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Arrest of Papua New Guinea Chief Justice disturbing

Press Release – New Zealand Law Society

The arrest of the Chief Justice of Papua New Guinea on charges of sedition is a disturbing development for anyone who believes that an independent judiciary is a requirement for any democracy, the New Zealand Law Society said today.31 May 2012

Arrest of Papua New Guinea Chief Justice disturbing development

The arrest of the Chief Justice of Papua New Guinea on charges of sedition is a disturbing development for anyone who believes that an independent judiciary is a requirement for any democracy, the New Zealand Law Society said today.

Chief Justice Sir Salamo Injia was arrested six days ago by a group of police and soldiers who stormed the Supreme Court and subsequently charged Sir Salamo with sedition before he was released on bail.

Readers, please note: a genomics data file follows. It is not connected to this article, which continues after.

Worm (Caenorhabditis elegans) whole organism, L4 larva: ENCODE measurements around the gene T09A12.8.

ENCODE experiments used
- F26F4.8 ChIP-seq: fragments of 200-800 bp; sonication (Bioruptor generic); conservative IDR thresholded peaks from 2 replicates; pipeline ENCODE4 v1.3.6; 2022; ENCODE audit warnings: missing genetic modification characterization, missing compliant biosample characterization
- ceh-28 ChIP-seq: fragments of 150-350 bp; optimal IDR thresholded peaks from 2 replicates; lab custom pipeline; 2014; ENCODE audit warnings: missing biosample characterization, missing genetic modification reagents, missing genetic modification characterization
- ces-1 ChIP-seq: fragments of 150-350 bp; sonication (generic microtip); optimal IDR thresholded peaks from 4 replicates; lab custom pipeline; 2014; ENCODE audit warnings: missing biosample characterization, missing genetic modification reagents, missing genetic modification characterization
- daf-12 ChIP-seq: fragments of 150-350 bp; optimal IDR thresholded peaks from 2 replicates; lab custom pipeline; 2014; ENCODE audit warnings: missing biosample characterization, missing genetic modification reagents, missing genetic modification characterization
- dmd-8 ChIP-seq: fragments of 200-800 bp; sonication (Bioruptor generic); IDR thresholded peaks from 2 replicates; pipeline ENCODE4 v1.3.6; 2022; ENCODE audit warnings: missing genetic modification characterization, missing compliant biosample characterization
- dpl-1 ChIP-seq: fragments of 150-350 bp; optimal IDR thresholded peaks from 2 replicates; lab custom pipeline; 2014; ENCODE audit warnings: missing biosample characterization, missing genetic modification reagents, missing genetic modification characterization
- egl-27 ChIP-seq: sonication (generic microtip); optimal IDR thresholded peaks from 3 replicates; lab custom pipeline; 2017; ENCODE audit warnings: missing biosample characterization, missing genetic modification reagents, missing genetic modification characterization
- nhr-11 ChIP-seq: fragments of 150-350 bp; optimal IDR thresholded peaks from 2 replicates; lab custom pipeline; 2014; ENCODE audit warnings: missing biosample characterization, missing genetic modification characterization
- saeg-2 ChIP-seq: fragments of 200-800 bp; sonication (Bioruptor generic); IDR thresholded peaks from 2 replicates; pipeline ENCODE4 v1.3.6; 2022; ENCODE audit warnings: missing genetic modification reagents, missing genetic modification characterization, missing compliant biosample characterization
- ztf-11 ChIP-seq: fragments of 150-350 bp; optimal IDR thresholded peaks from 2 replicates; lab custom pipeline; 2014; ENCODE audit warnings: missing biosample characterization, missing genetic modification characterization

The arrest followed the Supreme Court’s decision that Sir Michael Somare should be reinstated as Prime Minister of Papua New Guinea.

“It is fundamental that courts are able to make decisions and to operate with total independence from pressure by anyone, including the government,” the President of the Law Society, Jonathan Temm, said today.

Mr Temm said the Law Society joined with LAWASIA, the Australian Bar Association and a number of lawyers’ organisations in expressing its alarm at the events in Papua New Guinea.

“The institutions and freedoms we enjoy and take for granted in New Zealand are precious and it is vital that we express our support for the rule of law in other jurisdictions when it is threatened,” he said.

ENDS

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